Sports taping is an integral part of the skill-set of a sports physiotherapist. The sports physiotherapist will tape an immeasurable number of joints over their career, and thus most become proficient in this skill. Whilst on the surface sports taping may seem simple or easy, I liken it to Texas Hold ‘Em Poker – it takes minutes to learn, but years to master.
Below I present the 6 P’s of Sports Taping which identifies 6 components of sports taping that are easy to get right, yet are often done incorrectly by the less experienced or novice sports taper.
This involves preparation of the area to be taped. Before taping the area and skin should be clean and free of any oils or creams, as they will reduce the effectiveness of the tape’s adhesive. If the athlete has particularly oily skin or you want increased adhesion you may opt for a pre-tape adhesive spray. You may also decide to shave the area (generally for patient comfort upon removal only) or utilise underwrap. I have also been known to utilise Fixomull, or other hypo-allergenic underlays, on areas where ‘tape cuts’ are more common (e.g ‘heels’ or ‘laces’ for ankle taping).
The position of the joint to be taped is very important to the final effectiveness of the taping. As sports physiotherapists we can easily identify the positions in which the joint/ligaments/musculature is most at risk, and therefore should tape the joint in a position of protection. For example, an anterior shoulder dislocation taping is performed with the athletes shoulder in internal rotation, to protect the shoulder from the ‘at-risk’ position of external rotation and abduction.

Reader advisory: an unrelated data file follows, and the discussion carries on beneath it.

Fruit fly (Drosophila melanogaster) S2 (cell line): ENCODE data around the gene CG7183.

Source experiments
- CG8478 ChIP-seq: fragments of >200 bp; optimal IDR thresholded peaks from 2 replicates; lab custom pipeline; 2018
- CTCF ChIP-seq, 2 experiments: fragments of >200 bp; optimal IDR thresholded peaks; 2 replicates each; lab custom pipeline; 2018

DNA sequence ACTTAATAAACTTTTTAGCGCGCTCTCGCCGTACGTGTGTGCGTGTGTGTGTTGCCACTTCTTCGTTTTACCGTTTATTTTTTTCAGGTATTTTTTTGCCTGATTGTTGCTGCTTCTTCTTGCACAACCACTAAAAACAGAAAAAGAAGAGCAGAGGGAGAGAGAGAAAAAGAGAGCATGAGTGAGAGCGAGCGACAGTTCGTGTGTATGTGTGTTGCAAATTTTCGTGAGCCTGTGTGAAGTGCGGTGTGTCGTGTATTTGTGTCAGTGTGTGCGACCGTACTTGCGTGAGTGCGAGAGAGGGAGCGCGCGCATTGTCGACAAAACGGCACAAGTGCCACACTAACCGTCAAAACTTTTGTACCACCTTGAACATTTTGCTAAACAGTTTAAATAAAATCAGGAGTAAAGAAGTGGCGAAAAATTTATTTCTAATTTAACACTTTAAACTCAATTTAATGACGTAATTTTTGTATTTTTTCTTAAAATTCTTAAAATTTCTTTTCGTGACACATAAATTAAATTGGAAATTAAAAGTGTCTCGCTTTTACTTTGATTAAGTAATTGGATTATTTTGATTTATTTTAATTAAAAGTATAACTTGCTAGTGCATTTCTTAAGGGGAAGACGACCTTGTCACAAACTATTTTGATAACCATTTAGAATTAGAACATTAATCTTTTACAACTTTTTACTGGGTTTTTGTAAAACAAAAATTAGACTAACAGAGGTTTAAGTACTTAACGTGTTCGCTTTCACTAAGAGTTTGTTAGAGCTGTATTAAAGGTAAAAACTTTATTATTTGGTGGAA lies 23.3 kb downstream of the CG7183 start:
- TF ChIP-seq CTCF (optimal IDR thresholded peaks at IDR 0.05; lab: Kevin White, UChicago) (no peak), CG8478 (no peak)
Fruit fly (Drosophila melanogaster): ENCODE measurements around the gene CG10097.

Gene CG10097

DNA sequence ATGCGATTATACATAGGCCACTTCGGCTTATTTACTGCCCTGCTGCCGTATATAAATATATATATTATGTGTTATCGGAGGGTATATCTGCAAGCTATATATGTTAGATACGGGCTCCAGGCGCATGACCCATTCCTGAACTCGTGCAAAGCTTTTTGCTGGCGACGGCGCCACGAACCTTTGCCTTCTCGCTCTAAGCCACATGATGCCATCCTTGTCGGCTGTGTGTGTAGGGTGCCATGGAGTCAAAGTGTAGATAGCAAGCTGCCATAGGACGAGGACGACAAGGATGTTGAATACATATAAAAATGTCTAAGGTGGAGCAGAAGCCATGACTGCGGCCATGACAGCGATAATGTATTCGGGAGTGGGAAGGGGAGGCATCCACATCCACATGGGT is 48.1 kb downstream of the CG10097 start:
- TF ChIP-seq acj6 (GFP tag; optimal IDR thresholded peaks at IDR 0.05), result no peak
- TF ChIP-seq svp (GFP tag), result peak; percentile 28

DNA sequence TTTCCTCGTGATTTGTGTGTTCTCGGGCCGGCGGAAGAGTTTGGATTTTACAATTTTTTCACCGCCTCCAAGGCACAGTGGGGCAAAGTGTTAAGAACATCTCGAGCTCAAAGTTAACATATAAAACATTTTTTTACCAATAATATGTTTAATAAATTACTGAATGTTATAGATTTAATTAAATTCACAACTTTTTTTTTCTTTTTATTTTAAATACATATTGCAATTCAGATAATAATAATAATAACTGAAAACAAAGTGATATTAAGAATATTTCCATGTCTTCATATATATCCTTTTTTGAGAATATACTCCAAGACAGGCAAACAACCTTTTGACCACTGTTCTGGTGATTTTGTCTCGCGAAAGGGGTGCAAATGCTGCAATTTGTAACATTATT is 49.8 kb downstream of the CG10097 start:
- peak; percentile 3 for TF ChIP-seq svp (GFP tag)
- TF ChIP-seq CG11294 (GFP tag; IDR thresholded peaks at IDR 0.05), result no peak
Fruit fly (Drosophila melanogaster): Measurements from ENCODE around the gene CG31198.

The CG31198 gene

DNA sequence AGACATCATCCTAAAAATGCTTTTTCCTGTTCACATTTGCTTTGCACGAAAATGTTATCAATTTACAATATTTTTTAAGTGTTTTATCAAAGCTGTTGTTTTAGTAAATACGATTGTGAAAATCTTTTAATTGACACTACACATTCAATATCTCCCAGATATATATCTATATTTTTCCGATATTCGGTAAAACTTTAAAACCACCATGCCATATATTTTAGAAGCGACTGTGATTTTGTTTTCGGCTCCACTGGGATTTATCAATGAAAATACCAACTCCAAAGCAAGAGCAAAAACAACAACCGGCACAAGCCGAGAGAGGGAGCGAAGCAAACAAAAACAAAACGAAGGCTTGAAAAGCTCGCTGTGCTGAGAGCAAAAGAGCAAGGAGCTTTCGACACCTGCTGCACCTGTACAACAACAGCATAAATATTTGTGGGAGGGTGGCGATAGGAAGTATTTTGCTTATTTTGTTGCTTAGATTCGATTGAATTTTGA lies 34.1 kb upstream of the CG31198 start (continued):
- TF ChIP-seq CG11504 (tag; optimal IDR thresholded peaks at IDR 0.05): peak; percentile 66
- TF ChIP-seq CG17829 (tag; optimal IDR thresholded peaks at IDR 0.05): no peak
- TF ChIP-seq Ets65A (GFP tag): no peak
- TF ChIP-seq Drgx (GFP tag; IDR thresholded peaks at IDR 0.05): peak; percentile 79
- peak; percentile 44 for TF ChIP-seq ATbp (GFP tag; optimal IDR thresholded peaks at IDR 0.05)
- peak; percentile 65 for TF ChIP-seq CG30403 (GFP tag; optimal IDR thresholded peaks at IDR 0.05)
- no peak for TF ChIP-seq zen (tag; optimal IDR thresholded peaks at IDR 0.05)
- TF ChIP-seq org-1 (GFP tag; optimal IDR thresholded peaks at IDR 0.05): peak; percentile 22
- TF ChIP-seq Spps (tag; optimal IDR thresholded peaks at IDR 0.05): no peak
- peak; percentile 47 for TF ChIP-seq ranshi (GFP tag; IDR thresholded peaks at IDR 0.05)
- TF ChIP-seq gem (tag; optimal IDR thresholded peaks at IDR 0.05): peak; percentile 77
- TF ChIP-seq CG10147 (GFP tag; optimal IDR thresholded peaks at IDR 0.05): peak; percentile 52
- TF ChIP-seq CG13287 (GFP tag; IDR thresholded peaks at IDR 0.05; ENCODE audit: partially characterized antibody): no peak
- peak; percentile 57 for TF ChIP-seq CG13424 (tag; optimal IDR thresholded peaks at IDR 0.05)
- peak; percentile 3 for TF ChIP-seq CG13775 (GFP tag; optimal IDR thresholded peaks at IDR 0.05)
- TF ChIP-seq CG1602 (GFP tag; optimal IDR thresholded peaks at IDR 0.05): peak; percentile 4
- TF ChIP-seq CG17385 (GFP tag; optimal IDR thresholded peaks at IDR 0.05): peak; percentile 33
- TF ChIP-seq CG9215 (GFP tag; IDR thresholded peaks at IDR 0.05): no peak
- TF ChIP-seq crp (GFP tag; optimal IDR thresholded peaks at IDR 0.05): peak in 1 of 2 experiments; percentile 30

Whilst I won’t labour this point, I strongly believe that as a general rule higher quality or premium taping products provide higher quality results. You really do get what you pay for. You can get all your taping products from here (AUS) and here (UK/US).
4. PERPENDICULAR (NOT)
This is a simple principle which is frequently ignored. When taping around a limb, as in when applying an anchor, the tape should not be applied perpendicular to the limb. Due to the conical shape of the limbs (e.g. the calf muscle) applying the tape perpendicularly leads to uneven pressures at the top and bottom portions of the tape. This puts the athlete at increased risks of tape cuts.
The sports physiotherapist should be acutely aware of the ‘line of pull’ of the tape which they apply. I have seen novice tapers just laying down the tape in pre-learned directions without thought about what they are trying to achieve. As sports physiotherapists we should never fall into that trap and taping should be firmly applied with consideration of strength and line of pull.
The sports physiotherapist should ensure that there is blood flow to the extremities distal to the tape. This is achieved via a pulse or more commonly assessing capillary refill. Simple to do, but very important.
This video displays some of the ideas discussed here, and the therapist misses only a few P’s.